Spark is primarily a distributed system that also works on a single machine. Dask is a Python package that is most similar to

{disk.frame}
, and JuliaDB.jl is a Julia package. All three can distribute work over a cluster of computers. However,
{disk.frame}
currently cannot distribute data processes over many computers, and is, therefore, single machine focused.

In R, one can access Spark via

sparklyr
, but that requires a Spark cluster to be set up. On the other hand
{disk.frame}
requires zero-setup apart from running
install.packages("disk.frame")
or
devtools::install_github("xiaodaigh/disk.frame")
.

Finally, Spark can only apply functions that are implemented for Spark, whereas

{disk.frame}
can use any function in R including user-defined functions.

Example usage

Set-up
{disk.frame}

{disk.frame}
works best if it can process multiple data chunks in parallel. The best way to set-up
{disk.frame}
so that each CPU core runs a background worker is by using
setup_disk.frame()

this allows large datasets to be transferred between sessions

options(future.globals.maxSize = Inf)

The

setup_disk.frame()
sets up background workers equal to the number of CPU cores; please note that, by default, hyper-threaded cores are counted as one not two.

Alternatively, one may specify the number of workers using

setup_disk.frame(workers = n)
.

Quick-start

suppressPackageStartupMessages(library(disk.frame))
library(nycflights13)

this will setup disk.frame's parallel backend with number of workers equal to the number of CPU cores (hyper-threaded cores are counted as one not two)

setup_disk.frame() #> The number of workers available for disk.frame is 6

this allows large datasets to be transferred between sessions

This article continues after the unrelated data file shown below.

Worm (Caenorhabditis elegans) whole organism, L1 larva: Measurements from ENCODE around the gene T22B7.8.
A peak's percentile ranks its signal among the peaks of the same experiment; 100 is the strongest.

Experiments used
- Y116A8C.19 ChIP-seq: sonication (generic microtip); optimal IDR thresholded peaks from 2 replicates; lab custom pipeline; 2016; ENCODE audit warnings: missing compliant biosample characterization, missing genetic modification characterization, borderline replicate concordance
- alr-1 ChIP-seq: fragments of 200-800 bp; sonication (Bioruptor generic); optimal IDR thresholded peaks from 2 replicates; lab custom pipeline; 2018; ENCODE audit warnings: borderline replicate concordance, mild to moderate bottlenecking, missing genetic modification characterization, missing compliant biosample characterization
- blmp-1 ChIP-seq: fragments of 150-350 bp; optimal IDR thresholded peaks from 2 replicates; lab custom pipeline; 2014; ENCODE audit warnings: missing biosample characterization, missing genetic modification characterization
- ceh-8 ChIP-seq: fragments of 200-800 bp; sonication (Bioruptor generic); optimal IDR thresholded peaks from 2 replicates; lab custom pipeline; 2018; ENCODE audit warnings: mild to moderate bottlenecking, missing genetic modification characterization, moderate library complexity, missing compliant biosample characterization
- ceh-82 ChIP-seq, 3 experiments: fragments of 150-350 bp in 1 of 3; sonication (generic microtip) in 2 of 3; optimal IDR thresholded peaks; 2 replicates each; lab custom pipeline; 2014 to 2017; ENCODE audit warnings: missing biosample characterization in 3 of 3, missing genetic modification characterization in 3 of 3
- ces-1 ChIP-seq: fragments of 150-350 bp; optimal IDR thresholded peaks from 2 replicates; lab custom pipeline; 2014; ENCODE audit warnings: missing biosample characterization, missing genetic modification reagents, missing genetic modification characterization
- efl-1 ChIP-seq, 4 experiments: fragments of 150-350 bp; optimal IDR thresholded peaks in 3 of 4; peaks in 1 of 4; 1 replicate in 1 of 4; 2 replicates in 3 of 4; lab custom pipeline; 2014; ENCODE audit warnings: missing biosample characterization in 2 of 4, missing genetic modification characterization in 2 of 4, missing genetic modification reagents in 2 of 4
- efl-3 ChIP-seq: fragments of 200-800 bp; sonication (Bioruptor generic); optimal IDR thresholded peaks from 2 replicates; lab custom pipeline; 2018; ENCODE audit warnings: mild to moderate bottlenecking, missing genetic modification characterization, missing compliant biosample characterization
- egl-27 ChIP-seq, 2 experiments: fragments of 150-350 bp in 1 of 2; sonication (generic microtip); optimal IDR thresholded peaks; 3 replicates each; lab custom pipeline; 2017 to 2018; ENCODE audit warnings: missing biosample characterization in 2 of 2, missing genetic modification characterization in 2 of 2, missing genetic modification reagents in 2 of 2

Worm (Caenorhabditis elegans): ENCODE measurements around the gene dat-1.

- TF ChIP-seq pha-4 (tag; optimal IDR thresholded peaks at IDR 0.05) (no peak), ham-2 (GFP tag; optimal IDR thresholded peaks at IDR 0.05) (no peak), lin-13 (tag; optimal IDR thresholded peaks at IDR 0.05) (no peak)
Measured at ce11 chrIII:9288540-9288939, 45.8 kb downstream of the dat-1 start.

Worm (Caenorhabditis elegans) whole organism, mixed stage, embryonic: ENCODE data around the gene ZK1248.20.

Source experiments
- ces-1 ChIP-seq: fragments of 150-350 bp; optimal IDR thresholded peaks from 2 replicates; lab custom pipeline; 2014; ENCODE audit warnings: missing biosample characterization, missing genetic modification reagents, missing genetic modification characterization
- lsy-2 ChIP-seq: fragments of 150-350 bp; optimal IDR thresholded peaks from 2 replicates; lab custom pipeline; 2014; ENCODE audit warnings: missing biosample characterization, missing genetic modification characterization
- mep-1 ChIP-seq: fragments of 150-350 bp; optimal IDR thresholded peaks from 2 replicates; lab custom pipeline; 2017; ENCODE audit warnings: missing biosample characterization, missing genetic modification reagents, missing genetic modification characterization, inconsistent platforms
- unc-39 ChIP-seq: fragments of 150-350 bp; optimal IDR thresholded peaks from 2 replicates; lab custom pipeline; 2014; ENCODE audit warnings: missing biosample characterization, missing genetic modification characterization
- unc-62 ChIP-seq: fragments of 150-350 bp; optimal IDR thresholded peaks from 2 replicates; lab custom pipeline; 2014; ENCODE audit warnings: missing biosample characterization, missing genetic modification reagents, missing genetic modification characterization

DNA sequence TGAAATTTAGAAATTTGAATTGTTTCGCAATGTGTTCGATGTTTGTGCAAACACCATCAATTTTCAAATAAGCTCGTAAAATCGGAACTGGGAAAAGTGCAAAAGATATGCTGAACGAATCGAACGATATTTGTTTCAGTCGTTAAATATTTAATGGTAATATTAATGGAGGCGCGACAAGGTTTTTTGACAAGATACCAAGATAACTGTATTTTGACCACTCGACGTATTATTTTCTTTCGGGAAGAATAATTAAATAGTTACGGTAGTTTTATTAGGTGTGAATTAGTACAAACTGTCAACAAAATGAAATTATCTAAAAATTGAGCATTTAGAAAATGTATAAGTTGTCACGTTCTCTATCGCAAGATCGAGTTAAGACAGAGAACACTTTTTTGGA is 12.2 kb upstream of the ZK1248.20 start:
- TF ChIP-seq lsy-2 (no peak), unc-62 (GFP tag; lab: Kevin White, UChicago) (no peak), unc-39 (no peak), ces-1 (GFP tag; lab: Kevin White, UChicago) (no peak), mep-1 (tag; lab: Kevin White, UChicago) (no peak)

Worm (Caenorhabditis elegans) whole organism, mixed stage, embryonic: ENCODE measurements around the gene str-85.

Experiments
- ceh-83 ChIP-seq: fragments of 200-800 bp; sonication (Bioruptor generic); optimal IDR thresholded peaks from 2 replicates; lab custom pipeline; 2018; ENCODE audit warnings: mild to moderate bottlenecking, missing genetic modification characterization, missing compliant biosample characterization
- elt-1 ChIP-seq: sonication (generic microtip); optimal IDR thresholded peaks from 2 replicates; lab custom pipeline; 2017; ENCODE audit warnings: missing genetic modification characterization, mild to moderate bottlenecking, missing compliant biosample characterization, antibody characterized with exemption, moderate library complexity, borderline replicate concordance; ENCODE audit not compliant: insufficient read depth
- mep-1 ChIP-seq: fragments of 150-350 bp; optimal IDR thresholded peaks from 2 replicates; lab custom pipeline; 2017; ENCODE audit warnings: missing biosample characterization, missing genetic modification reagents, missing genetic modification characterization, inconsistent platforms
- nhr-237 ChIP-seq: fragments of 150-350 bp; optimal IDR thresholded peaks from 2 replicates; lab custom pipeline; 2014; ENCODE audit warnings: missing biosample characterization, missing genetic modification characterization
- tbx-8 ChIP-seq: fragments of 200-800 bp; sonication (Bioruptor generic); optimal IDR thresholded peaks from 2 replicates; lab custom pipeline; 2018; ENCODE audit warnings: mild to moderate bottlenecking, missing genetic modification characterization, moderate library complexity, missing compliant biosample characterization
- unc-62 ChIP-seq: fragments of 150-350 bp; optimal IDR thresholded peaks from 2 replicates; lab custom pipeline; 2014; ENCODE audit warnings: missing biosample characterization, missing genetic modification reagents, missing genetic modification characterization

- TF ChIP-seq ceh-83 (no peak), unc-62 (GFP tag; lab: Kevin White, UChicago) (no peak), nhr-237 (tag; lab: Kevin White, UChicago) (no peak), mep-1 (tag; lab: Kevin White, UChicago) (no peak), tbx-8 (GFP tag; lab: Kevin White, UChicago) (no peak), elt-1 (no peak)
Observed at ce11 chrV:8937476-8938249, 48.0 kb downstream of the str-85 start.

options(future.globals.maxSize = Inf)

convert the flights data.frame to a disk.frame

optionally, you may specify an outdir, otherwise, the

flights.df

Example: dplyr verbs

dplyr verbs

{disk.frame} aims to support as many dplyr verbs as possible. For example

flights.df %>% 
  filter(year == 2013) %>% 
  mutate(origin_dest = paste0(origin, dest)) %>% 
  head(2)
#>   year month day dep_time sched_dep_time dep_delay arr_time sched_arr_time
#> 1 2013     1   1      517            515         2      830            819
#> 2 2013     1   1      533            529         4      850            830
#>   arr_delay carrier flight tailnum origin dest air_time distance hour minute
#> 1        11      UA   1545  N14228    EWR  IAH      227     1400    5     15
#> 2        20      UA   1714  N24211    LGA  IAH      227     1416    5     29
#>             time_hour origin_dest
#> 1 2013-01-01 05:00:00      EWRIAH
#> 2 2013-01-01 05:00:00      LGAIAH

Group-by

Starting from

{disk.frame}
v0.3.0, there is
group_by
support for a limited set of functions. For example:
result_from_disk.frame = iris %>% 
  as.disk.frame %>% 
  group_by(Species) %>% 
  summarize(
    mean(Petal.Length), 
    sumx = sum(Petal.Length/Sepal.Width), 
    sd(Sepal.Width/ Petal.Length), 
    var(Sepal.Width/ Sepal.Width), 
    l = length(Sepal.Width/ Sepal.Width + 2),
    max(Sepal.Width), 
    min(Sepal.Width), 
    median(Sepal.Width)
    ) %>% 
  collect

The results should be exactly the same as if applying the same group-by operations on a data.frame. If not, please report a bug.

List of supported group-by functions

If a function you like is missing, please make a feature request here. It is a limitation that function that depend on the order a column can only be obtained using estimated methods.

| Function | Exact/Estimate | Notes | | ------------ | -------------- | ------------------------------------------ | |

min
| Exact | | |
max
| Exact | | |
mean
| Exact | | |
sum
| Exact | | |
length
| Exact | | |
n
| Exact | | |
n_distinct
| Exact | | |
sd
| Exact | | |
var
| Exact |
var(x)
only
cor, cov
support planned | |
any
| Exact | | |
all
| Exact | | |
median
| Estimate | | |
quantile
| Estimate | One quantile only | |
IQR
| Estimate | |

Example: data.table syntax

library(data.table)
#> 
#> Attaching package: 'data.table'
#> The following object is masked from 'package:purrr':
#> 
#>     transpose
#> The following objects are masked from 'package:dplyr':
#> 
#>     between, first, last

suppressWarnings( grp_by_stage1 qtr sum_dist #> 1: Q1 27188805 #> 2: Q1 953578 #> 3: Q1 53201567 #> 4: Q2 3383527 #> 5: Q2 58476357 #> 6: Q2 27397926

The result

grp_by_stage1
is a
data.table
so we can finish off the two-stage aggregation using data.table syntax
grp_by_stage2 = grp_by_stage1[,.(sum_dist = sum(sum_dist)), qtr]

grp_by_stage2 #> qtr sum_dist #> 1: Q1 81343950 #> 2: Q2 89257810

Basic info

To find out where the disk.frame is stored on disk: